RHESSI has completed its regular anneal procedure to recover lost energy resolution and sensitivity due to radiation damage.  The detectors were turned off on 2014 June 26 and were brought back to nominal operation on 2014 August 13.  Five of the nine detectors (1, 3, 6, 8, and 9) have electronically separate front and rear segments, and the other four detectors are currently operating unsegmented and have thresholds of ~20 keV.  Thus, hard X-ray (>~20 keV) observations have the nominal angular resolution (~2 arcsec) and spectral resolution (~1 keV), but soft X-ray (~3-20 keV) observations have a reduction in image quality.




The Reuven Ramaty High Energy Solar Spectroscopic Imager (RHESSI) is a NASA Small Explorer Mission, launched on February 5, 2002.

RHESSI's primary mission is to explore the basic physics of particle acceleration and explosive energy release in solar flares.  This is achieved through imaging spectroscopy in X-rays and gamma-rays with fine angular and energy resolution to reveal the locations and spectra of the accelerated electrons and ions and of the hottest plasma.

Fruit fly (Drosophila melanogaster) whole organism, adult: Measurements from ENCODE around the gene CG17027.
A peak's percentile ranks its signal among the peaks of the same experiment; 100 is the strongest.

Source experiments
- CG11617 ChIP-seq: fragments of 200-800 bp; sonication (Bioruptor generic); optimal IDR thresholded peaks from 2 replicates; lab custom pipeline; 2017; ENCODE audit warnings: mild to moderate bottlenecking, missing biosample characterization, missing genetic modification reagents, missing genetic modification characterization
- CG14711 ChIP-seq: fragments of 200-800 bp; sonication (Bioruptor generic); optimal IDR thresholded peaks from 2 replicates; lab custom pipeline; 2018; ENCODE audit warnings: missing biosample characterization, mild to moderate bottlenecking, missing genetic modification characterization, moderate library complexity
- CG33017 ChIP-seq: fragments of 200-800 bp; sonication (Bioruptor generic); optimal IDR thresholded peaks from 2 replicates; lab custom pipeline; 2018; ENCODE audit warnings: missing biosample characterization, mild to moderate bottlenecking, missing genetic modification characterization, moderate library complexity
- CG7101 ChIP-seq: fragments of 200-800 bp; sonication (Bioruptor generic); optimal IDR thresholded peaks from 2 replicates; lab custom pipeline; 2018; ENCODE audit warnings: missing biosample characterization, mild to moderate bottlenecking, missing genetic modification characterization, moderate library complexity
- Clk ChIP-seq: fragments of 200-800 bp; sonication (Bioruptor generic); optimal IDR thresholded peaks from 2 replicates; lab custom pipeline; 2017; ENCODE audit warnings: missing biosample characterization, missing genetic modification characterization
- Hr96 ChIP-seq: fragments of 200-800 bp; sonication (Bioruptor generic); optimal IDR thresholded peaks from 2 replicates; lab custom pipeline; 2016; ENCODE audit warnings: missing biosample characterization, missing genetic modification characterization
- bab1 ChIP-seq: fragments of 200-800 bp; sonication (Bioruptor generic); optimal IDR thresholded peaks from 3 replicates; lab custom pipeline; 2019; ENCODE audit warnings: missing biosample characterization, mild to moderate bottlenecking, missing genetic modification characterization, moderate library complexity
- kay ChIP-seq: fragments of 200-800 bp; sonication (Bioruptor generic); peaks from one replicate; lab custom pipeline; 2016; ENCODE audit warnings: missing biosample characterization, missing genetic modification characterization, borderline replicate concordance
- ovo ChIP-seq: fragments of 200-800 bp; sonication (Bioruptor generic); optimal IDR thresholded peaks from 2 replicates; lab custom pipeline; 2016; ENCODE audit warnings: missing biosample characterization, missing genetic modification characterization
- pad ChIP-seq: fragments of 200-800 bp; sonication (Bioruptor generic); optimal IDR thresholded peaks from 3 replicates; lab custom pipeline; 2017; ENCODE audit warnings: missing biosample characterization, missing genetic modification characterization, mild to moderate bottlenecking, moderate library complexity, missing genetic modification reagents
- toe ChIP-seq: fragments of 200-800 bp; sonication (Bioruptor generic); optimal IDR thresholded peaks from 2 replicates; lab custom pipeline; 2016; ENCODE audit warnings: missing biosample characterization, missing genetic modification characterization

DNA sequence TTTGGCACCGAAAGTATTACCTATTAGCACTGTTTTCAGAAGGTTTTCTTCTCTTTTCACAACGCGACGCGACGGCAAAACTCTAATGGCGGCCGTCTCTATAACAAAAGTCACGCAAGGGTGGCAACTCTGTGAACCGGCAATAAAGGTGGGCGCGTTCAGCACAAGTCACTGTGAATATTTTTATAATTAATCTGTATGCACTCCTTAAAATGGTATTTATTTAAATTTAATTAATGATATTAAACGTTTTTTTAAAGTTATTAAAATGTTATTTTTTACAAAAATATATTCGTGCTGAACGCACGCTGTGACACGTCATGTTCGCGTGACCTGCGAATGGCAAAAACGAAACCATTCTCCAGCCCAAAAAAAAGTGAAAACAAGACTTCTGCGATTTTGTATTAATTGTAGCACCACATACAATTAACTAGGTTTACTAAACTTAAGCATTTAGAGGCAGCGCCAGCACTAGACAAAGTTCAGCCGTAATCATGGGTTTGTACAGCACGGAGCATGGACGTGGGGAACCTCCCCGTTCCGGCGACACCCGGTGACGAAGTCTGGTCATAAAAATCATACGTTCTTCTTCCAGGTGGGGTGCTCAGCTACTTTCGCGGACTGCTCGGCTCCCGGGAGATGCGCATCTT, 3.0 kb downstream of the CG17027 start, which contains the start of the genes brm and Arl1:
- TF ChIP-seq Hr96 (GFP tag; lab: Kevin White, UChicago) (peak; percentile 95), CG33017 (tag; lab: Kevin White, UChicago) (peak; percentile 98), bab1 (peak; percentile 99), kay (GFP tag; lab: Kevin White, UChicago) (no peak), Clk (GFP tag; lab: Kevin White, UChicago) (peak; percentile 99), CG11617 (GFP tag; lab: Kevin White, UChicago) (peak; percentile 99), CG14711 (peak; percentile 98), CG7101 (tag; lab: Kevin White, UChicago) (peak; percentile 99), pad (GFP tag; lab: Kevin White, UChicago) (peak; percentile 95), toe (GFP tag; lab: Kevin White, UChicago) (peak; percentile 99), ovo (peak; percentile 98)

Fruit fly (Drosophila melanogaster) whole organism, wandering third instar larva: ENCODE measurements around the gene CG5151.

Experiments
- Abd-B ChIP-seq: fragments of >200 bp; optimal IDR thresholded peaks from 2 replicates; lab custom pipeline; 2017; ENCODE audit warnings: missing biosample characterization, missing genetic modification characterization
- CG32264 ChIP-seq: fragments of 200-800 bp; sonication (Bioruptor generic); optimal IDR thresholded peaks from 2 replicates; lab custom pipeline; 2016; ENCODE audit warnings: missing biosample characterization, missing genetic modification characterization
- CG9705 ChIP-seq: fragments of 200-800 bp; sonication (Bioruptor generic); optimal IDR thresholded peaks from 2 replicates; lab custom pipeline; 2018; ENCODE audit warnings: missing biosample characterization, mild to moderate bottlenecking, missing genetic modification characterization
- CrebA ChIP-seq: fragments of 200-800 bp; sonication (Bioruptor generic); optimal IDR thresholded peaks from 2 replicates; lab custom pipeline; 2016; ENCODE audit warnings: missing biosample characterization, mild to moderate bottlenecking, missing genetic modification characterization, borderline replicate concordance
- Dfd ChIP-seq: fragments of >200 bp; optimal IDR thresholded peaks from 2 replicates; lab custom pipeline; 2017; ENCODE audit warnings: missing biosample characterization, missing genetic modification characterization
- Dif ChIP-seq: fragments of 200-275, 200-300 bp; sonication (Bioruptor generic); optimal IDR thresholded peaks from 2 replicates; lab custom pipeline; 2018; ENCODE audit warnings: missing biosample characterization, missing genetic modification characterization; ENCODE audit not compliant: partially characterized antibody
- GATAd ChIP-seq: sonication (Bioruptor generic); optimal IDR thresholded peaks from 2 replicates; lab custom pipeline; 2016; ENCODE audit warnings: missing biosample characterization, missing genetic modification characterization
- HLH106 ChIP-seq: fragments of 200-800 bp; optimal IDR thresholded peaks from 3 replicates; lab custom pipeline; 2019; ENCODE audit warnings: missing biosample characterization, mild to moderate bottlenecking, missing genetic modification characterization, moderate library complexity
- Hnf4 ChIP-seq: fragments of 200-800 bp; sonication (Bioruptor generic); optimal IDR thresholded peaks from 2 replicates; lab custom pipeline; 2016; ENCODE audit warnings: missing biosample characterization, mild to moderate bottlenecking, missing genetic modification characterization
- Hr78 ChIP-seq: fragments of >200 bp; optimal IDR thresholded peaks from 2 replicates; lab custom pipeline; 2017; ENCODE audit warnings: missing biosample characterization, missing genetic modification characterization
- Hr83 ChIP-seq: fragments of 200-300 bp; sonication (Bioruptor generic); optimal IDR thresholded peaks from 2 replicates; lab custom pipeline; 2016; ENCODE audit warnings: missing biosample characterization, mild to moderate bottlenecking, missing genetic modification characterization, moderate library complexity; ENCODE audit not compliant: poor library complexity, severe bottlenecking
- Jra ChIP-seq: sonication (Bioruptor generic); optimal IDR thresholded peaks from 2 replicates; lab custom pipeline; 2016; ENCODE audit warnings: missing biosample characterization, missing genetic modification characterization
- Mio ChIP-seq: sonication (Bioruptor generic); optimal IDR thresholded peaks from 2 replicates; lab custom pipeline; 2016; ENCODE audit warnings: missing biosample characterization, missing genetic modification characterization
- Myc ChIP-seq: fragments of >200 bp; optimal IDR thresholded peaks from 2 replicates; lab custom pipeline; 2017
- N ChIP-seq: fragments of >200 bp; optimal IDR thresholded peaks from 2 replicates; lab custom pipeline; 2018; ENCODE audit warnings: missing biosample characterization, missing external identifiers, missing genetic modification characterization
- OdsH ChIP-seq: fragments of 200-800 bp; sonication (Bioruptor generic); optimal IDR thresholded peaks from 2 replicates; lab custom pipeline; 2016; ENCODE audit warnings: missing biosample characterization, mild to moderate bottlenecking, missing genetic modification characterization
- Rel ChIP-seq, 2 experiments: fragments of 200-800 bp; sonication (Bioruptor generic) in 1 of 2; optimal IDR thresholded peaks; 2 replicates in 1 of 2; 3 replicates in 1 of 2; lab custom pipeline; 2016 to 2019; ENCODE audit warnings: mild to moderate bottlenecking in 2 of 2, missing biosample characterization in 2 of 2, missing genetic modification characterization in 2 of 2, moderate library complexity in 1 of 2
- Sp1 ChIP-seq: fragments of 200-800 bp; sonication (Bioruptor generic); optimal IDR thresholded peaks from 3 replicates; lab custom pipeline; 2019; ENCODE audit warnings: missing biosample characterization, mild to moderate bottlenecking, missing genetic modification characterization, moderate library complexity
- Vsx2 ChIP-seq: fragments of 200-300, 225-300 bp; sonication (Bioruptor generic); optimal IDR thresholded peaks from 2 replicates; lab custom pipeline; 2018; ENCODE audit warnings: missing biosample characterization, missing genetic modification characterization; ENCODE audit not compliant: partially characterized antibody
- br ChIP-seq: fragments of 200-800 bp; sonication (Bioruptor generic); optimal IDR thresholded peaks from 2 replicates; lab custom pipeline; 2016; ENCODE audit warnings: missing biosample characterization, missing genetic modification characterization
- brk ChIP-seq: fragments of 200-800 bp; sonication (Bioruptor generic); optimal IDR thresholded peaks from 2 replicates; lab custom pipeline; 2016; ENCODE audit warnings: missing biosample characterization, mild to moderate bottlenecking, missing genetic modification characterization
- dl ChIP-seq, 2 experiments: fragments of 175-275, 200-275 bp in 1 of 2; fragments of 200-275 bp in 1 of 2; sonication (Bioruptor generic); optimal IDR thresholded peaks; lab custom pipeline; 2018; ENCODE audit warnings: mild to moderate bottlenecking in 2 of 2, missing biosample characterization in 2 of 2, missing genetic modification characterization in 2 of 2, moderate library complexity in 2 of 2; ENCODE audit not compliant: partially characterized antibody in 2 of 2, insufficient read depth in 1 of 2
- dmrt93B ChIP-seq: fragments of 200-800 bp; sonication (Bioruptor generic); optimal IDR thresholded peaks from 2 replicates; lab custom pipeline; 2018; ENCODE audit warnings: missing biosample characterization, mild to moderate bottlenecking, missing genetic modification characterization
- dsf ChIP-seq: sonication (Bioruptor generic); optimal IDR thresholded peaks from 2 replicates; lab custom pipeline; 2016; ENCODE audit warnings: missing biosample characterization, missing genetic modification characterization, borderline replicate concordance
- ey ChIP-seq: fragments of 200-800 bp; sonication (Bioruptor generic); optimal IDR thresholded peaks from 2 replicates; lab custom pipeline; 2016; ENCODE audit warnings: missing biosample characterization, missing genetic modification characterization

Solar flares and their associated coronal mass ejections are of great scientific interest since they are so little understood. They present severe challenges to explain how the energy equivalent of billions of megatons of TNT is released in the solar atmosphere on time scales of minutes, and how so many electrons, protons and heavier ions are accelerated to such high energies. These super-energetic solar eruptive events are the most extreme drivers of space weather and present significant dangers in space and on Earth.



What is a solar flare?
How does RHESSI work?
What are the scientific objectives?
How does RHESSI make images?
RHESSI Spectroscopy